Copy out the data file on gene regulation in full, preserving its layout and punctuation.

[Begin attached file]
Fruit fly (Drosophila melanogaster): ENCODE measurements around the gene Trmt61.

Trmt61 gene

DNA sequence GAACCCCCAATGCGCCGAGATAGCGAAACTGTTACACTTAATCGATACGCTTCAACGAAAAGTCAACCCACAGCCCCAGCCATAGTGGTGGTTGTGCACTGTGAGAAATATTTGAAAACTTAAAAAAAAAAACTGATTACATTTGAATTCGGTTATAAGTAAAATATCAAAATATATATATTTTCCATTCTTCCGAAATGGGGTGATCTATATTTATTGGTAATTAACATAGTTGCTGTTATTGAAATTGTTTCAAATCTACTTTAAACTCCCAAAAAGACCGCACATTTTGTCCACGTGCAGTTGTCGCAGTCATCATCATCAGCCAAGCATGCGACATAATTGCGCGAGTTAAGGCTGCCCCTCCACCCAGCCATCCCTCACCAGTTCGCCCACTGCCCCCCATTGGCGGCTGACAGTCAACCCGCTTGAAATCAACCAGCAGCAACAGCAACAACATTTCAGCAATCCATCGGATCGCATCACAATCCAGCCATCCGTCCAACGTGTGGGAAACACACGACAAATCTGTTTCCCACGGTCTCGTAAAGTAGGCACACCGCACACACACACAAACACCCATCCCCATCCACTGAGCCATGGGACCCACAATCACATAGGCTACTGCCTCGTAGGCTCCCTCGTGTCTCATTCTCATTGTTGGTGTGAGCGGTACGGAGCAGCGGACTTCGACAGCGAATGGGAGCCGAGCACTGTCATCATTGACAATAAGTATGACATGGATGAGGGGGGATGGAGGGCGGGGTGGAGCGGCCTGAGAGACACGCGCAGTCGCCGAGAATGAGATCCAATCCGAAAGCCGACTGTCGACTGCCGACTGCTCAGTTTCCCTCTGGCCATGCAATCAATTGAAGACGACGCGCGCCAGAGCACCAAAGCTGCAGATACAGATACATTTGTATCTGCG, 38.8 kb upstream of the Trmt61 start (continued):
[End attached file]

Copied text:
Fruit fly (Drosophila melanogaster): ENCODE measurements around the gene Trmt61.

Trmt61 gene

DNA sequence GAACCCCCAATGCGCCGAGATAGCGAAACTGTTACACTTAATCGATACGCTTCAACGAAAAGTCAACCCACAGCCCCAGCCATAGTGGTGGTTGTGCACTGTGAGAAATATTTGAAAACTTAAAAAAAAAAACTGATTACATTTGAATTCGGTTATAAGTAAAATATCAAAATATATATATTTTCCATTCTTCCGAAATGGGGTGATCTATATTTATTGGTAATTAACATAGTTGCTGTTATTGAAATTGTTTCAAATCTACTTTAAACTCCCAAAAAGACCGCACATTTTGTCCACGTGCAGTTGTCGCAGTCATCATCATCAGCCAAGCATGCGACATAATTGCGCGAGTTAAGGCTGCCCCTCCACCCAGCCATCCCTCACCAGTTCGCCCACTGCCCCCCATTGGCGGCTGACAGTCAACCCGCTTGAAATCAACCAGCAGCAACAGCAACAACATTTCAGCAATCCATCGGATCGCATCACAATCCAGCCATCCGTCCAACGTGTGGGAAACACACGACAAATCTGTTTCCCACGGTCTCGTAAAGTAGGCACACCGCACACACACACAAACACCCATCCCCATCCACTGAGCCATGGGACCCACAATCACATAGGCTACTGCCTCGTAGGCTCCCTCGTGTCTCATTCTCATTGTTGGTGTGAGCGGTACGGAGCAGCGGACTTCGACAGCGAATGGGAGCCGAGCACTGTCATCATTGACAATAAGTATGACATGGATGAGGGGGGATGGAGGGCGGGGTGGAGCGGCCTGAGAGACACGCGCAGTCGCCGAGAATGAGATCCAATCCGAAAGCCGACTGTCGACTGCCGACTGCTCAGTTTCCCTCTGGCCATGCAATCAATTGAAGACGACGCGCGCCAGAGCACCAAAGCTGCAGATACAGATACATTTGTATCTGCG, 38.8 kb upstream of the Trmt61 start (continued):